The Trade Facilitation Agreement (TFA), the result of lengthy negotiations under the umbrella of the WTO, seeks to expedite the movement, release and clearance of goods across borders by improving transparency and predictability of trading across borders and creating a less discriminatory business environment. 110 members of the WTO were required to ratify the agreement for it to enter into force. With the ratification by Rwanda, Oman and Jordan, this threshold has been met early 2017 and the implementation can begin.
The TFA’s provisions include improvements to the availability and publication of information about cross-border procedures and practices, improved appeal rights for traders, reduced fees and formalities connected with the import/export of goods, faster clearance procedures and enhanced conditions for freedom of transit for goods. The Agreement also contains measures for effective cooperation between customs and other authorities on trade facilitation and customs compliance issues.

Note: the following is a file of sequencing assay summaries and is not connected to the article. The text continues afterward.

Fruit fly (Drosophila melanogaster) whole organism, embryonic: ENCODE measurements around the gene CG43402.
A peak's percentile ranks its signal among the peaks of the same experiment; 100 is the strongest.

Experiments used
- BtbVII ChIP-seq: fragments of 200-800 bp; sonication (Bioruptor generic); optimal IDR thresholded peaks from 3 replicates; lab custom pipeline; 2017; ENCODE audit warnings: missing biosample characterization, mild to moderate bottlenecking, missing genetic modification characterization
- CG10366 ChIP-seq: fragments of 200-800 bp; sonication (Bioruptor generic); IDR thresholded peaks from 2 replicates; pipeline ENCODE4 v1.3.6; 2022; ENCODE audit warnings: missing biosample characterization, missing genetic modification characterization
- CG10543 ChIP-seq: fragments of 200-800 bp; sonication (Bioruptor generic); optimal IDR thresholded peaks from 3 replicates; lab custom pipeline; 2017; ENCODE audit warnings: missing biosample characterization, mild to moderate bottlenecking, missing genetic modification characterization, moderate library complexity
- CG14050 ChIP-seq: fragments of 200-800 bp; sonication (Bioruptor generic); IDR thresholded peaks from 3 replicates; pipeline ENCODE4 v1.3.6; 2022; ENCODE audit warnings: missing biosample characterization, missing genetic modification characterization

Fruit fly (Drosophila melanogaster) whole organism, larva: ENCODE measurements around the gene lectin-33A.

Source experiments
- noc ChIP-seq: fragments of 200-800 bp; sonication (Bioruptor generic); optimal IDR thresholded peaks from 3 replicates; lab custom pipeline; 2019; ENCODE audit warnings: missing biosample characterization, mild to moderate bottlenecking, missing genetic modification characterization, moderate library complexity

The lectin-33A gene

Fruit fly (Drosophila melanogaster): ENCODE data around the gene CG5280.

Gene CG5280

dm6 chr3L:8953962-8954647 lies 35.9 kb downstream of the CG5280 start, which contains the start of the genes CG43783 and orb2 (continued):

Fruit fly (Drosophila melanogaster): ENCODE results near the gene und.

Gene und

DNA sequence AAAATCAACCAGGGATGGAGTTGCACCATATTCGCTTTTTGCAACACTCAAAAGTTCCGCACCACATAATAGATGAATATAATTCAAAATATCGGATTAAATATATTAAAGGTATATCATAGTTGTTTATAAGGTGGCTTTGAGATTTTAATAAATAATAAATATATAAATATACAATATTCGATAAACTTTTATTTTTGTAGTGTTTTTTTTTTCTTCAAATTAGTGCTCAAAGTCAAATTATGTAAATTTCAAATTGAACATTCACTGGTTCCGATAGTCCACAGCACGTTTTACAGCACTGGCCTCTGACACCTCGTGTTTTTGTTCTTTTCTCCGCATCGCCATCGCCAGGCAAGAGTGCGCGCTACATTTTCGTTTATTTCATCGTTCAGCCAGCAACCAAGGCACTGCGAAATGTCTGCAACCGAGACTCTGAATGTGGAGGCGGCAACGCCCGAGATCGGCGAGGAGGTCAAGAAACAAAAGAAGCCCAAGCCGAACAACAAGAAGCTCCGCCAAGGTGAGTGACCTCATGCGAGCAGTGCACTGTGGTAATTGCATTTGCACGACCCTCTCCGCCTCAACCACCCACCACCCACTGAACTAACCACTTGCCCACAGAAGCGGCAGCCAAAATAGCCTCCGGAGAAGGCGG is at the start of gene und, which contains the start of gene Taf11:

it is important to note that the TFA does not aim to replace bilateral/multilateral Free Trade Agreements. Those will continue remaining in place and being applicable. Nevertheless, significant non-tariff barriers and operational hurdles impacting the price calculation and shipment timelines are targeted and envisaged to decrease by the proposed measures.
We all know the devil lies in the details and as such, eagerly keep an eye for specific actions along the implementation roadmap of the TFA. Will a race to be the fastest or the best begin? Let us see, test and experience with care.